Yet after Labour’s 1997 election victory he was the poster boy of a new ruling elite which seized control of the commanding heights of British politics. Anti-democratic, financially greedy and morally corrupt, this new political class has done the most enormous damage. Since David Miliband was its standard-bearer, his political career explains a great deal about what has gone wrong with British public life, about why politicians are no longer liked or trusted, and about how political parties have come to be viewed with contempt.

Mr Miliband – and this is the essential point – set the pattern that so many others, including his brother Ed, have followed. Obsessed by politics at university (like Ed and David Cameron, he read PPE at Oxford), he has never had even the faintest connection with the real world. From life in think tanks he became a Labour Party researcher and special adviser, before being parachuted into the north-eastern constituency of South Shields as an MP.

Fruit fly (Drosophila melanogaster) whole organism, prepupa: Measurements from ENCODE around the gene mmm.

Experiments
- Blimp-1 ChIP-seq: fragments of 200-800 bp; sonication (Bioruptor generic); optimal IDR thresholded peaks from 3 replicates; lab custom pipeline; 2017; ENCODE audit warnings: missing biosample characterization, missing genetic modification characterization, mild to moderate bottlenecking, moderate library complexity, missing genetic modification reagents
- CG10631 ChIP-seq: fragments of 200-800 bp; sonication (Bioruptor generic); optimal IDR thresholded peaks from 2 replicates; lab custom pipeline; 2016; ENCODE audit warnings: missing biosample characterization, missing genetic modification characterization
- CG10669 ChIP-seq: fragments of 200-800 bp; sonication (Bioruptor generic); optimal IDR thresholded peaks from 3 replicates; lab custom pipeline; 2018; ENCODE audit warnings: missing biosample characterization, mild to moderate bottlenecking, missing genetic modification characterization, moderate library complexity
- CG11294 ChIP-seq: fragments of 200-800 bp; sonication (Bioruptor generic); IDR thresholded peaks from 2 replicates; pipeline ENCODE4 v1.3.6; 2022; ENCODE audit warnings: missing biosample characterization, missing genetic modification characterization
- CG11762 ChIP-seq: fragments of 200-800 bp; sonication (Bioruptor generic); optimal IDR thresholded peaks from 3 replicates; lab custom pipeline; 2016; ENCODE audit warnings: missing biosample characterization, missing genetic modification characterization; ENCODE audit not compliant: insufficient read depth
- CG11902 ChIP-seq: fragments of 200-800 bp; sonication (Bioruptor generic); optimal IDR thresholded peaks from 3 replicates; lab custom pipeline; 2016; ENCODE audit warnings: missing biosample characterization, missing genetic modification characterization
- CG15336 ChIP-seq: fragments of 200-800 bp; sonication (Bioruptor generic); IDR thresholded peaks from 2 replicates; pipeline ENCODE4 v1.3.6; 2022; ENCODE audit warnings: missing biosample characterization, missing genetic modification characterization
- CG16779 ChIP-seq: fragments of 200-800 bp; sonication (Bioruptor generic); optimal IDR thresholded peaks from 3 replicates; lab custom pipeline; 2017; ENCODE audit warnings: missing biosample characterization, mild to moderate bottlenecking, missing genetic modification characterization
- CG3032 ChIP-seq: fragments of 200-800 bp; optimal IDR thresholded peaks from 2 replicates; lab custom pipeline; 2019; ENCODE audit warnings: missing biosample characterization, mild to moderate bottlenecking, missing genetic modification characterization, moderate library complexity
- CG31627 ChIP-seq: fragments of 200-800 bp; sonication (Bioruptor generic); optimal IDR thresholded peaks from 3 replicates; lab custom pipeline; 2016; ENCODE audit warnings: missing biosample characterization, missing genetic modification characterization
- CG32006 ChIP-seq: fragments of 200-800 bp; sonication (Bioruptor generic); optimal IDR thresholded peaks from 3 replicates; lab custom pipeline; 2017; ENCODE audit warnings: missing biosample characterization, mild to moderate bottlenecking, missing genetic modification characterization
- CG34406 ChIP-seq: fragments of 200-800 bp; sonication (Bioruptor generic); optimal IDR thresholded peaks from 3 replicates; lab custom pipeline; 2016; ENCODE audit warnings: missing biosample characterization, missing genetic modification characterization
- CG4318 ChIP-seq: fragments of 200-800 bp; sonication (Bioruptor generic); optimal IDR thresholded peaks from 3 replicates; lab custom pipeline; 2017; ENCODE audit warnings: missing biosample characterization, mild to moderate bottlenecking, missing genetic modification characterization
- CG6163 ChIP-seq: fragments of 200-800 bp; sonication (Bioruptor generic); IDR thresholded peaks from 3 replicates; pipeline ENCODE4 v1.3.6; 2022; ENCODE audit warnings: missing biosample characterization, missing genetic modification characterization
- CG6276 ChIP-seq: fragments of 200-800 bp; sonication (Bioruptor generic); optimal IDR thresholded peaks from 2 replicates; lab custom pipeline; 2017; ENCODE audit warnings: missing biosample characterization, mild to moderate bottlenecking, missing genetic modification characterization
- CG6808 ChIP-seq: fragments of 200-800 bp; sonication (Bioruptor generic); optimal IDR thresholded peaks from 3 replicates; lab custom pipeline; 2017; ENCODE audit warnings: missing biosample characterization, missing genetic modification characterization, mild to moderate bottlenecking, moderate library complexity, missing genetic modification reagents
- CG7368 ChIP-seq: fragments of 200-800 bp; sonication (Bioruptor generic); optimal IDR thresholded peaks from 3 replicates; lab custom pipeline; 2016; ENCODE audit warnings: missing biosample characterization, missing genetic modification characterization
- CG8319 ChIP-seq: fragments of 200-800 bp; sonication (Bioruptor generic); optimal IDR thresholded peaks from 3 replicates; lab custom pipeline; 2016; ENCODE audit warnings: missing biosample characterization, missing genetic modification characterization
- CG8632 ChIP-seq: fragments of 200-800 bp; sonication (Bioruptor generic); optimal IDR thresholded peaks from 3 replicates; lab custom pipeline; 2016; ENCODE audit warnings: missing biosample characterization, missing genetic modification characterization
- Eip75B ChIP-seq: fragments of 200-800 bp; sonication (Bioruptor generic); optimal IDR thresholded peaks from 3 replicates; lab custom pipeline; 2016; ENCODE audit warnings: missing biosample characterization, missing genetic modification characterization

He rose up on the inside track, getting in with the right people and making sure he stayed there. This meant not rocking the boat. He wrote Labour’s 1997 and 2001 election manifestos, which even Labour people now admit were content-free. He was at the heart of the Labour machine when it spewed out its now notorious falsehoods over immigration and Iraq (there is a savage irony to the fact that Mr Miliband is going to head a humanitarian organisation when the government of which he was such a loyal member created so many of the world’s disasters). When promoted to education minister, he was personally responsible for issuing false claims that exam marks were getting better because of higher standards rather than (as we now know) grade inflation.